James Schaefer & Josh Deaton have dinner with Congressman Ralph Hall to discuss the local economy and small business advantages.
Investors, manufacturers, retailers, banks and government agencies use various assessments of consumer confidence in planning their actions. The ability to predict major changes in consumer confidence allows businesses to gauge the willingness of consumers to make new purchases. As a result, businesses can adjust their operations and the government can prepare for changing tax revenue. If confidence is dropping and consumers are expected to reduce their spending, most producers will tend to reduce their production volumes accordingly. For example, if manufacturers anticipate consumers will reduce retail purchases, especially for expensive and durable goods, they will cut down their inventories in advance and may delay investing in new projects and facilities. Similarly, if banks expect consumers to decrease their spending, they will prepare for the reduction in lending activities, such as mortgage applications and credit card use. Builders will plan for the decline in home construction volumes. The government will get ready for the reduction in future tax revenues. On the other hand, if consumer confidence is improving, people are expected to increase their purchases of goods and services. In anticipation of that change, manufacturers can boost production and inventories. Employers can increase hiring rates. Builders can prepare for higher housing construction rates. Banks can plan for a rise in demand for credit products.
Government can expect improved tax revenues based on the increase in consumer spending.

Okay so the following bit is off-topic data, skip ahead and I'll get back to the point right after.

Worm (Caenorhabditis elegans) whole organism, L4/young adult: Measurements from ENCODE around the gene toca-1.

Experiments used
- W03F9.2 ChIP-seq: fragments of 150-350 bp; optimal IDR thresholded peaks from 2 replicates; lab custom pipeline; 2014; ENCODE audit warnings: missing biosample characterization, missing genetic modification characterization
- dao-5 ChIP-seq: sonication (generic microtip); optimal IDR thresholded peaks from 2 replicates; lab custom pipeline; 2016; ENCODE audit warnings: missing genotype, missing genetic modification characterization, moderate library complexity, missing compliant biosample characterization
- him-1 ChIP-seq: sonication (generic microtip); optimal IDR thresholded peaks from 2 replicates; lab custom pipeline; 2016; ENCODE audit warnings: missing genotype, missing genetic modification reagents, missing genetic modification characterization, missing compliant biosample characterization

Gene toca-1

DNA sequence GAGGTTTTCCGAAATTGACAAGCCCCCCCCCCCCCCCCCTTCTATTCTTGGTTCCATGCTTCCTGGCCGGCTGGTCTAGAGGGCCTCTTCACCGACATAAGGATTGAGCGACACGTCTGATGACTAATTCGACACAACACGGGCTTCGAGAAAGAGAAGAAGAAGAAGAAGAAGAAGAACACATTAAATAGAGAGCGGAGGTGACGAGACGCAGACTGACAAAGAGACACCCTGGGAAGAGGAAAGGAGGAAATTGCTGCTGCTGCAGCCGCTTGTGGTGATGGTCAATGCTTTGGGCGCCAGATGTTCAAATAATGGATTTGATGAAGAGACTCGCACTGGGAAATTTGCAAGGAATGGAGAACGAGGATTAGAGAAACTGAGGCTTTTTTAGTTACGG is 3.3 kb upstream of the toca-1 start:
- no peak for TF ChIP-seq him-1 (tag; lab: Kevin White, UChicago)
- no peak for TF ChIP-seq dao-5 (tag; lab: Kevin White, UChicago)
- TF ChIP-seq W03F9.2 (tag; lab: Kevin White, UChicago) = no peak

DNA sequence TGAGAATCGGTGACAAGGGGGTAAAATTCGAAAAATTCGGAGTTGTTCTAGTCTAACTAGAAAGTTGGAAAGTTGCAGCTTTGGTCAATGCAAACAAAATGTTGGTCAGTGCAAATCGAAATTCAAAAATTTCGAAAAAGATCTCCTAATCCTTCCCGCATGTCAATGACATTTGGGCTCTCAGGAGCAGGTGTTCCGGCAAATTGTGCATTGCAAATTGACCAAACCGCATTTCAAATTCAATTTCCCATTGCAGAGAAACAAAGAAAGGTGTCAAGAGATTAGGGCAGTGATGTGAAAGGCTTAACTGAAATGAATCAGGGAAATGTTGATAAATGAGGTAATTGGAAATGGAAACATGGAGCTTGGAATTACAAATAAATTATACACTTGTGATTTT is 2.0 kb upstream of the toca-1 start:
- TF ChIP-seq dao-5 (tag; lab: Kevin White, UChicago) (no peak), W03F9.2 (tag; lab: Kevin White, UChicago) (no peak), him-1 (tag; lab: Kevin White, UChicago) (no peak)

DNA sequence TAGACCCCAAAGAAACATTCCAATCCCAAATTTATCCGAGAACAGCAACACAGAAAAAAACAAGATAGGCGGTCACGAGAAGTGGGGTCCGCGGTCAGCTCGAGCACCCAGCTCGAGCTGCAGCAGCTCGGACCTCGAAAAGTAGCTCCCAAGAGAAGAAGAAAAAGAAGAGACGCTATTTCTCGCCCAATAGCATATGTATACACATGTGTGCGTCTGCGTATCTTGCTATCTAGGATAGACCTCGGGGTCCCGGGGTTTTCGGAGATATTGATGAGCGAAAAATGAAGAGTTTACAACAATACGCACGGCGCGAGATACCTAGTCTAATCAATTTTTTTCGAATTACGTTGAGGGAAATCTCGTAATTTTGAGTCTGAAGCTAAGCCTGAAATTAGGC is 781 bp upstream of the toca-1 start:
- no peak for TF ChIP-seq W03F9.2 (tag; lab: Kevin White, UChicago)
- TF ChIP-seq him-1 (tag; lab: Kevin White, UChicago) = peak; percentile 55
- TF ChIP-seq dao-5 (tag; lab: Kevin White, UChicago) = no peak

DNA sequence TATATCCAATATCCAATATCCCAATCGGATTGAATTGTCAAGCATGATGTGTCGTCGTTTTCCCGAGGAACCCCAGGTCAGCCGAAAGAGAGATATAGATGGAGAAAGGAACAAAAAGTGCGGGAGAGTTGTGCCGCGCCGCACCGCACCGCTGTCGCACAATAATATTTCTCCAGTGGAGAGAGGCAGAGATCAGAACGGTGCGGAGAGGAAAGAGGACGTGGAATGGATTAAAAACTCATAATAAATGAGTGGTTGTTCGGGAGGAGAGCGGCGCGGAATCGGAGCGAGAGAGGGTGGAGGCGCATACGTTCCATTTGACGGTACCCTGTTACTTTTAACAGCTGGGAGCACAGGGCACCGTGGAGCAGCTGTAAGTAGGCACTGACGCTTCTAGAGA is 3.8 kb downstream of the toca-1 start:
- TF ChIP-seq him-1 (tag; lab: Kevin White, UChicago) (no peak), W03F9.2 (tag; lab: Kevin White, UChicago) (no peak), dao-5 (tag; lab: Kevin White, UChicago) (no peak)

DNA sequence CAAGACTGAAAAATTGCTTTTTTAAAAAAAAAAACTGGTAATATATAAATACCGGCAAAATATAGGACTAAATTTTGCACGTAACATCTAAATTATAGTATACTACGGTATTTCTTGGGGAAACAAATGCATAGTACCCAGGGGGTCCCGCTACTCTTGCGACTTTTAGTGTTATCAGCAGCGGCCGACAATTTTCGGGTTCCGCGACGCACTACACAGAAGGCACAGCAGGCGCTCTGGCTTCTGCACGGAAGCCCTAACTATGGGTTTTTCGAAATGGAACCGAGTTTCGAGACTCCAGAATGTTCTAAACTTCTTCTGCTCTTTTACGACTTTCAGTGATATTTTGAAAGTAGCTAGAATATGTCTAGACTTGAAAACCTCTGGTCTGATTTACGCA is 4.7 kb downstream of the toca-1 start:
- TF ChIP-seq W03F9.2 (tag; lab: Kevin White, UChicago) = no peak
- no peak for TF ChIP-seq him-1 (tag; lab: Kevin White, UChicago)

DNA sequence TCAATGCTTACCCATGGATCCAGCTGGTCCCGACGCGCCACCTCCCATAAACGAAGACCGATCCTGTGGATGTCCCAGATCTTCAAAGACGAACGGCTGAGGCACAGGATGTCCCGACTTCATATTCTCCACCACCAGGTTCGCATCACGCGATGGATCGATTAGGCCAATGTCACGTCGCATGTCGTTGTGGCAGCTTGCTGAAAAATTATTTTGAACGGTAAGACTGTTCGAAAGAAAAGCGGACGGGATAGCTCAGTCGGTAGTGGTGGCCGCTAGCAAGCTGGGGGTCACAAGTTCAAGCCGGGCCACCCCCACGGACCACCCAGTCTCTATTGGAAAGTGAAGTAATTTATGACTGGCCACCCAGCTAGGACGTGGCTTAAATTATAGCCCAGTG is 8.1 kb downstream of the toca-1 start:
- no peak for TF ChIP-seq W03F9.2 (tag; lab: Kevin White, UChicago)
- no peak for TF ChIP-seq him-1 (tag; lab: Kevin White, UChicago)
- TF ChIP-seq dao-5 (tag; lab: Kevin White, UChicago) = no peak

How important are small businesses to the U.S. economy?
Represent 99.7 percent of all employer firms.
Employ about half of all private sector employees.
Pay more than 45 percent of total U.S. private payroll.
Have generated 60 to 80 percent of net new jobs annually over the last decade.
Create more than half of nonfarm private gross domestic product (GDP).
Supplied 22.8 percent of the total value of federal prime contracts in FY 2006.
Hire 40 percent of high tech workers (such as scientists, engineers, and computer workers).
Are 52 percent home-based and 2 percent franchises.
Made up 97 percent of all identified exporters and produced 28.6 percent of the known export value in FY 2004.
Small innovative firms produce 13 times more patents per employee than large patenting firms, and their patents are twice as likely as large firm patents to be among the one percent most cited.
Source: U.S. Dept. of Commerce, Bureau of the Census; Advocacy-funded research by Kathryn Kobe, Economic Consulting Services, LLC, 2007, Federal
Procurement Data System ; Advocacy-funded research by CHI Research, 2003, U.S. Dept. of Labor, Bureau of Labor Statistics, Current Population
Survey; U.S. Dept. of Commerce, International Trade Administration.
How many new jobs do small firms create?
Over the past decade, small businesses created 60 to 80 percent of the net new jobs. In the most recent year with data (2004), small firms accounted or all of the net new jobs. Firms with fewer than 500 employees had a net gain of 1.86 million new jobs. Large firms with 500 or more employees lost more jobs than they created, for a net loss of 181,122 jobs.
Source: U.S. Dept. of Commerce, Bureau of the Census information on employment dynamics by firm size from 1989 to 2004 .
DeliveryMaxx pledges to conduct business ethically, provide opportunities for motivated individuals who desire to make a difference in the world, and create a great place to work. DeliveryMaxx will continue to provide a great service to companies that wish to grow their business and increase customer satisfaction. DeliveryMaxx desires to help improve the economy administering these sound principles.